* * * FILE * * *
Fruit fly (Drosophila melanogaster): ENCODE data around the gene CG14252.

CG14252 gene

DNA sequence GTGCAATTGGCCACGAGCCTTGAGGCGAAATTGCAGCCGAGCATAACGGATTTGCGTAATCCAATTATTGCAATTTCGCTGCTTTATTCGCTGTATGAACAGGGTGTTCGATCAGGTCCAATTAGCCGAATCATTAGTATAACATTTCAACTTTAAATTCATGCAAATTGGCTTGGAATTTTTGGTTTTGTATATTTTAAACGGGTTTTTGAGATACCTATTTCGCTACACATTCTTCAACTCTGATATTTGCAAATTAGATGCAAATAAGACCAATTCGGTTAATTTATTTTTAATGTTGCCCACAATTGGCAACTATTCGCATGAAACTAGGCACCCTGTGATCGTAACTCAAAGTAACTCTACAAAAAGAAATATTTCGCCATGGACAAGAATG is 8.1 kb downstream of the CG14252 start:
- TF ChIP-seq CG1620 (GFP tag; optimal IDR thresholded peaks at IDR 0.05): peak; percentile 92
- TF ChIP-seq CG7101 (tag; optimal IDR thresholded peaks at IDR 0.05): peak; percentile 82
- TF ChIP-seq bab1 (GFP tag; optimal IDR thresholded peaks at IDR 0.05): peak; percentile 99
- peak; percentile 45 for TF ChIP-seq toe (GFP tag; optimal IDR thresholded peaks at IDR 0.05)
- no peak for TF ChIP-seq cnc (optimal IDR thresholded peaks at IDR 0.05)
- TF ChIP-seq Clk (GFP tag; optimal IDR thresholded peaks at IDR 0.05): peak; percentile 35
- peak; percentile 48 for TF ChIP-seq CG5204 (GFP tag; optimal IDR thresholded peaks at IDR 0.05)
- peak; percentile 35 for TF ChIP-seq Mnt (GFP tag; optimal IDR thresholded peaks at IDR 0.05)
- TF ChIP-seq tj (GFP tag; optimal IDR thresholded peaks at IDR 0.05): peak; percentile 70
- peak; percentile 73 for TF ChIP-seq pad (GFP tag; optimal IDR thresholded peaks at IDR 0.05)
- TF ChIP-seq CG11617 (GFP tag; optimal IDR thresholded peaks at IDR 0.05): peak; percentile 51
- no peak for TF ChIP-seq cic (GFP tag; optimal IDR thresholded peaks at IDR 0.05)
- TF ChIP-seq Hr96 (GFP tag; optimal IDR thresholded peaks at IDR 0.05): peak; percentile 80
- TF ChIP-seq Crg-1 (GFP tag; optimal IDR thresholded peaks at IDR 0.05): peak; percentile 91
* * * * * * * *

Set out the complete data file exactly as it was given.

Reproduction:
Fruit fly (Drosophila melanogaster): ENCODE data around the gene CG14252.

CG14252 gene

DNA sequence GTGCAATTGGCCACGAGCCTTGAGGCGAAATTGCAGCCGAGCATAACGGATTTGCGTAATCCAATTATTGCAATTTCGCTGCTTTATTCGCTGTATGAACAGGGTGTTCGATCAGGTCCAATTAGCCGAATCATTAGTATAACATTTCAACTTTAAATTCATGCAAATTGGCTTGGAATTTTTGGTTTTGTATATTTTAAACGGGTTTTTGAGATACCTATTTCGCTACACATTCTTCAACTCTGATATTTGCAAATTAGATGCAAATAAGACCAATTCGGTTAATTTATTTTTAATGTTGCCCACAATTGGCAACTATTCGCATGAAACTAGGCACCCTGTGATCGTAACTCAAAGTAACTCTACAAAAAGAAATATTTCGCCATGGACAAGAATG is 8.1 kb downstream of the CG14252 start:
- TF ChIP-seq CG1620 (GFP tag; optimal IDR thresholded peaks at IDR 0.05): peak; percentile 92
- TF ChIP-seq CG7101 (tag; optimal IDR thresholded peaks at IDR 0.05): peak; percentile 82
- TF ChIP-seq bab1 (GFP tag; optimal IDR thresholded peaks at IDR 0.05): peak; percentile 99
- peak; percentile 45 for TF ChIP-seq toe (GFP tag; optimal IDR thresholded peaks at IDR 0.05)
- no peak for TF ChIP-seq cnc (optimal IDR thresholded peaks at IDR 0.05)
- TF ChIP-seq Clk (GFP tag; optimal IDR thresholded peaks at IDR 0.05): peak; percentile 35
- peak; percentile 48 for TF ChIP-seq CG5204 (GFP tag; optimal IDR thresholded peaks at IDR 0.05)
- peak; percentile 35 for TF ChIP-seq Mnt (GFP tag; optimal IDR thresholded peaks at IDR 0.05)
- TF ChIP-seq tj (GFP tag; optimal IDR thresholded peaks at IDR 0.05): peak; percentile 70
- peak; percentile 73 for TF ChIP-seq pad (GFP tag; optimal IDR thresholded peaks at IDR 0.05)
- TF ChIP-seq CG11617 (GFP tag; optimal IDR thresholded peaks at IDR 0.05): peak; percentile 51
- no peak for TF ChIP-seq cic (GFP tag; optimal IDR thresholded peaks at IDR 0.05)
- TF ChIP-seq Hr96 (GFP tag; optimal IDR thresholded peaks at IDR 0.05): peak; percentile 80
- TF ChIP-seq Crg-1 (GFP tag; optimal IDR thresholded peaks at IDR 0.05): peak; percentile 91